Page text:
This article is from the Group B Strep FAQ, by firstname.lastname@example.org (Cheryl Sandberg) with numerous contributions by others.
Premature babies, with their less-developed bodies and immune systems, are
more vulnerable to GBS infections than other older infants. Premature
babies infected with GBS are at higher risk for long-term complications
and/or death. Since most babies are born full term, however, full term
babies account for 70% of the cases of GBS disease in newborns.
The majority (80%) of the cases of GBS disease among newborns occur in the
first week of life. This is called *early onset* disease. Most of these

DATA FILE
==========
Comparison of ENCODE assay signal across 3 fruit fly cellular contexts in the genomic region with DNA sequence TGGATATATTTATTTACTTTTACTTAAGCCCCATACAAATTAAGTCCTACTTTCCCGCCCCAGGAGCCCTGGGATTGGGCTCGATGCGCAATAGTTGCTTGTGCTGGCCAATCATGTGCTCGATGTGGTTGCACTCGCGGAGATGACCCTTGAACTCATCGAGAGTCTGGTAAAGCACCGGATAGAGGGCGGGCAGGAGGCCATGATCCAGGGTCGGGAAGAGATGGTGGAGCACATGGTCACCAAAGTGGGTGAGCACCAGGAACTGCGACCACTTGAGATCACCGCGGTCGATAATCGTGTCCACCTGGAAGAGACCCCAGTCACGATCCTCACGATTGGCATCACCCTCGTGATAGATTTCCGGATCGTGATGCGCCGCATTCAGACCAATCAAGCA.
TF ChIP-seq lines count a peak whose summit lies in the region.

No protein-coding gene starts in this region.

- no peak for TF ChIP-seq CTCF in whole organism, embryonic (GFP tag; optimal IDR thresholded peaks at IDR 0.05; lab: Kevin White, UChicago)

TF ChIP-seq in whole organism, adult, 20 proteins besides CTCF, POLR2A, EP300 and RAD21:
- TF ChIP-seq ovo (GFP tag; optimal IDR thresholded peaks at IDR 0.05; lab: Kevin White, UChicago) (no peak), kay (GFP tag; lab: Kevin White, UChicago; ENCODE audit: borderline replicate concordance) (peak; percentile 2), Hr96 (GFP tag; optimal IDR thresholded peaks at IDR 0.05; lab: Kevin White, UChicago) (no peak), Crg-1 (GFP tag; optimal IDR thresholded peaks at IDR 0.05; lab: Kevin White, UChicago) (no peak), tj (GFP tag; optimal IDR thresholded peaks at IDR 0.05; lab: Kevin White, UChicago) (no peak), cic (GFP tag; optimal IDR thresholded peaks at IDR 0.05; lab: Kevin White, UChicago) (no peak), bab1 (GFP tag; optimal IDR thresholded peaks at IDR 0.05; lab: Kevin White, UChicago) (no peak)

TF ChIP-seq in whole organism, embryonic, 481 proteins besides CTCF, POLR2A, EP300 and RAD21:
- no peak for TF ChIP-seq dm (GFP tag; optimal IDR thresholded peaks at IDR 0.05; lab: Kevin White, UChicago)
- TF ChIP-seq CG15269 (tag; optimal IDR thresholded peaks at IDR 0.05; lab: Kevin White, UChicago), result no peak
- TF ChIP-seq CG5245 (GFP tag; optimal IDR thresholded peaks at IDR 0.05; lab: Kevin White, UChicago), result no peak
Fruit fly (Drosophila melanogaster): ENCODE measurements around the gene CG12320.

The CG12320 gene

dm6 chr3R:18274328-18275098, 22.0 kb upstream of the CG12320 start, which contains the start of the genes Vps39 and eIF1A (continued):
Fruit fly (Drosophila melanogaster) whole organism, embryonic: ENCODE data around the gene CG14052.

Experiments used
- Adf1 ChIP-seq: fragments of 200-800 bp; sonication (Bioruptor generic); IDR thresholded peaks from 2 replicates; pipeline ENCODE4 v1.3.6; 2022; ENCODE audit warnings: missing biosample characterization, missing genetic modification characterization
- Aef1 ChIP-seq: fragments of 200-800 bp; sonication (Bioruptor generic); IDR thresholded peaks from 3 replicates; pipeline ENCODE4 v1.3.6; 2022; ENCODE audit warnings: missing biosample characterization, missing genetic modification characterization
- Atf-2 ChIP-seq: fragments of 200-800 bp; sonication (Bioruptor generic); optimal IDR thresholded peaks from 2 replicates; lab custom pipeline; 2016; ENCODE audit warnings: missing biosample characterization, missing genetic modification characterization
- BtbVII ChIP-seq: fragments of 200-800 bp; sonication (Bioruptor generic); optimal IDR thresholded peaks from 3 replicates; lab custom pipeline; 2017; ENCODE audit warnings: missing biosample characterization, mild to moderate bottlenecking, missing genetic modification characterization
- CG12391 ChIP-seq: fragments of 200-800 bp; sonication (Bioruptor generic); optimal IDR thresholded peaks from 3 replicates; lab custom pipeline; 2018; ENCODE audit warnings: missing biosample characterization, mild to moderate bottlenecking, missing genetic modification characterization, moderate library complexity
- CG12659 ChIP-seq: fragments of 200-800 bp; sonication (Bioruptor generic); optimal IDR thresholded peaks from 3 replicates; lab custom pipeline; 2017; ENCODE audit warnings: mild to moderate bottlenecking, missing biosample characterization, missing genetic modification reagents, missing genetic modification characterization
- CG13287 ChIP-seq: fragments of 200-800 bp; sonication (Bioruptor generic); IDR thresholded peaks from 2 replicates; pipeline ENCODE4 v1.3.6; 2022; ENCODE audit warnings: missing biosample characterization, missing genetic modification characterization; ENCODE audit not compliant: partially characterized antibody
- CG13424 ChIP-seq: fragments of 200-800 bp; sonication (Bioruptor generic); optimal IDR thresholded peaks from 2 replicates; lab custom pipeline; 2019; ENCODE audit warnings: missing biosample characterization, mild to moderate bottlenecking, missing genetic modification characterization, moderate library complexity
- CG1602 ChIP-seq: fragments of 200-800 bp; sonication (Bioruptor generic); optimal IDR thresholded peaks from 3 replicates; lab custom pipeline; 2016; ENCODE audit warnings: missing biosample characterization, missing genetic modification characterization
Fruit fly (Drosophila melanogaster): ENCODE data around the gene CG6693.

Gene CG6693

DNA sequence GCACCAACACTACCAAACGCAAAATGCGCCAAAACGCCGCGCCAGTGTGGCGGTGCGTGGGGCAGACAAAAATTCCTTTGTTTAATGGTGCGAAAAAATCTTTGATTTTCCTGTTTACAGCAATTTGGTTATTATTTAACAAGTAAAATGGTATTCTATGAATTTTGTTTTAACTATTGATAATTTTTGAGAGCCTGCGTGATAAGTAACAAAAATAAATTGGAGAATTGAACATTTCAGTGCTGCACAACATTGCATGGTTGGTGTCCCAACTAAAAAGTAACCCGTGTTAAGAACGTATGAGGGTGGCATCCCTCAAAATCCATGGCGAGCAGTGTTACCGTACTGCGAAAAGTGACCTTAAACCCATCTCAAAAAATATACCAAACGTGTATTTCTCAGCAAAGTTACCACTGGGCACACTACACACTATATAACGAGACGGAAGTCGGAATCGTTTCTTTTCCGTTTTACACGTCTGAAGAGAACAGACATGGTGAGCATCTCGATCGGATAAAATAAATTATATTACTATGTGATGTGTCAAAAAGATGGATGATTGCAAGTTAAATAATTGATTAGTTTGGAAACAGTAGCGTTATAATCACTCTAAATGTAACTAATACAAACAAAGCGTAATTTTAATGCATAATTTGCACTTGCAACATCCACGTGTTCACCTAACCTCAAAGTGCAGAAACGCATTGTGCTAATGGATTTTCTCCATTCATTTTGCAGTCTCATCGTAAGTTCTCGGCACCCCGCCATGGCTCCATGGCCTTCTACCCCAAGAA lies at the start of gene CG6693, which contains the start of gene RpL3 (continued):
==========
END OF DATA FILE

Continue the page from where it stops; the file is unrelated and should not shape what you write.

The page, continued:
babies are ill within a few hours after birth. Babies who develop early
onset disease may have one or more of the following symptoms: problems with
temperature regulations, grunting sounds, fever, seizures, breathing
problems, unusual change in behavior, stiffness, or extreme limpness.
GBS disease may also develop in infants one week to several months after
birth. This is called *late onset* disease. Meningitis is more common with
late onset GBS disease. About half of late onset GBS disease can be linked
to a mother who is colonized with GBS; the source of infections for other
babies with late onset GBS disease in unknown. The baby who develops late
onset GBS disease may exhibit the following signs: stiffness, limpness,
inconsolable screaming, fever, or refusal to feed.